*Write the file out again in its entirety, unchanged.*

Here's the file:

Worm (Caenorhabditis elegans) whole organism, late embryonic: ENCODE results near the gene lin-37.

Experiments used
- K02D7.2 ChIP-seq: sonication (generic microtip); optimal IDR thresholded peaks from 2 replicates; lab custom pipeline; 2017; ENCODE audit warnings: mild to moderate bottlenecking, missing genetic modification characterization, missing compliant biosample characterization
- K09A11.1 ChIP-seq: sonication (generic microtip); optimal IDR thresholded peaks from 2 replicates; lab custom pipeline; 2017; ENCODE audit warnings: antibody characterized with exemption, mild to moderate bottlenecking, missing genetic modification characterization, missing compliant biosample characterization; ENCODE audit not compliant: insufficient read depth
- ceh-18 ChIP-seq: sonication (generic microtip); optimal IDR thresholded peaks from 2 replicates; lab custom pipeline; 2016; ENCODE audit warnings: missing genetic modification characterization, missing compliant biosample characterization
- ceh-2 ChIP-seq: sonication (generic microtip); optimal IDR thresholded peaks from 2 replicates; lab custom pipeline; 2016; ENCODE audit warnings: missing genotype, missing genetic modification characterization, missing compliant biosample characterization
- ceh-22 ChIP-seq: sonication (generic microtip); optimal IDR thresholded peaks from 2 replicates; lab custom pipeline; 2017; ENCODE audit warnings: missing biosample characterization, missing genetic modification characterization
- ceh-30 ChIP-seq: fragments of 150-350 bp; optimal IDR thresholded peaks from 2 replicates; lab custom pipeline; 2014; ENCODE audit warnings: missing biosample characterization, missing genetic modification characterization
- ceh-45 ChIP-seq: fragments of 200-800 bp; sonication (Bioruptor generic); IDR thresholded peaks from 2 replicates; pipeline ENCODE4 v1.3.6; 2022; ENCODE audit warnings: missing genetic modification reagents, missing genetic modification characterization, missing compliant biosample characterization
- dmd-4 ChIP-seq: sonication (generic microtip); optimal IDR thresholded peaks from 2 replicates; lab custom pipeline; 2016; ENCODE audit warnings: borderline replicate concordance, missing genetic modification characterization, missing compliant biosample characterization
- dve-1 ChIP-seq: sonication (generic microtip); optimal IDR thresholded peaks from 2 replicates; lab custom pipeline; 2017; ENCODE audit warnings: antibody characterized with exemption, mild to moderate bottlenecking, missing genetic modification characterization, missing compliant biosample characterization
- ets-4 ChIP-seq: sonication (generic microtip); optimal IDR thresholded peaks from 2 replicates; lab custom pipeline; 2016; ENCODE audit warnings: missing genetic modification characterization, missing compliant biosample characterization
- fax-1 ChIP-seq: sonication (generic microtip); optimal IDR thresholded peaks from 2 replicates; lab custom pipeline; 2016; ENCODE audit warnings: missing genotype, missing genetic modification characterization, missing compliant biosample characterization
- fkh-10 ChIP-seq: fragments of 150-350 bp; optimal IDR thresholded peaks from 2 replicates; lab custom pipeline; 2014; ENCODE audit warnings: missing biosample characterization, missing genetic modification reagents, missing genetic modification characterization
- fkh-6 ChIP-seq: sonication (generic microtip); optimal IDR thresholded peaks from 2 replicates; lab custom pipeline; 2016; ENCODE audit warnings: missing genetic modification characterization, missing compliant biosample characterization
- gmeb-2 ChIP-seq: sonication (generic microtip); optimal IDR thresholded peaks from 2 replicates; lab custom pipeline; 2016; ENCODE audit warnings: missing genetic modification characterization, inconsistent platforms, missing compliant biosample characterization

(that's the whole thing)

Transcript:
Worm (Caenorhabditis elegans) whole organism, late embryonic: ENCODE results near the gene lin-37.

Experiments used
- K02D7.2 ChIP-seq: sonication (generic microtip); optimal IDR thresholded peaks from 2 replicates; lab custom pipeline; 2017; ENCODE audit warnings: mild to moderate bottlenecking, missing genetic modification characterization, missing compliant biosample characterization
- K09A11.1 ChIP-seq: sonication (generic microtip); optimal IDR thresholded peaks from 2 replicates; lab custom pipeline; 2017; ENCODE audit warnings: antibody characterized with exemption, mild to moderate bottlenecking, missing genetic modification characterization, missing compliant biosample characterization; ENCODE audit not compliant: insufficient read depth
- ceh-18 ChIP-seq: sonication (generic microtip); optimal IDR thresholded peaks from 2 replicates; lab custom pipeline; 2016; ENCODE audit warnings: missing genetic modification characterization, missing compliant biosample characterization
- ceh-2 ChIP-seq: sonication (generic microtip); optimal IDR thresholded peaks from 2 replicates; lab custom pipeline; 2016; ENCODE audit warnings: missing genotype, missing genetic modification characterization, missing compliant biosample characterization
- ceh-22 ChIP-seq: sonication (generic microtip); optimal IDR thresholded peaks from 2 replicates; lab custom pipeline; 2017; ENCODE audit warnings: missing biosample characterization, missing genetic modification characterization
- ceh-30 ChIP-seq: fragments of 150-350 bp; optimal IDR thresholded peaks from 2 replicates; lab custom pipeline; 2014; ENCODE audit warnings: missing biosample characterization, missing genetic modification characterization
- ceh-45 ChIP-seq: fragments of 200-800 bp; sonication (Bioruptor generic); IDR thresholded peaks from 2 replicates; pipeline ENCODE4 v1.3.6; 2022; ENCODE audit warnings: missing genetic modification reagents, missing genetic modification characterization, missing compliant biosample characterization
- dmd-4 ChIP-seq: sonication (generic microtip); optimal IDR thresholded peaks from 2 replicates; lab custom pipeline; 2016; ENCODE audit warnings: borderline replicate concordance, missing genetic modification characterization, missing compliant biosample characterization
- dve-1 ChIP-seq: sonication (generic microtip); optimal IDR thresholded peaks from 2 replicates; lab custom pipeline; 2017; ENCODE audit warnings: antibody characterized with exemption, mild to moderate bottlenecking, missing genetic modification characterization, missing compliant biosample characterization
- ets-4 ChIP-seq: sonication (generic microtip); optimal IDR thresholded peaks from 2 replicates; lab custom pipeline; 2016; ENCODE audit warnings: missing genetic modification characterization, missing compliant biosample characterization
- fax-1 ChIP-seq: sonication (generic microtip); optimal IDR thresholded peaks from 2 replicates; lab custom pipeline; 2016; ENCODE audit warnings: missing genotype, missing genetic modification characterization, missing compliant biosample characterization
- fkh-10 ChIP-seq: fragments of 150-350 bp; optimal IDR thresholded peaks from 2 replicates; lab custom pipeline; 2014; ENCODE audit warnings: missing biosample characterization, missing genetic modification reagents, missing genetic modification characterization
- fkh-6 ChIP-seq: sonication (generic microtip); optimal IDR thresholded peaks from 2 replicates; lab custom pipeline; 2016; ENCODE audit warnings: missing genetic modification characterization, missing compliant biosample characterization
- gmeb-2 ChIP-seq: sonication (generic microtip); optimal IDR thresholded peaks from 2 replicates; lab custom pipeline; 2016; ENCODE audit warnings: missing genetic modification characterization, inconsistent platforms, missing compliant biosample characterization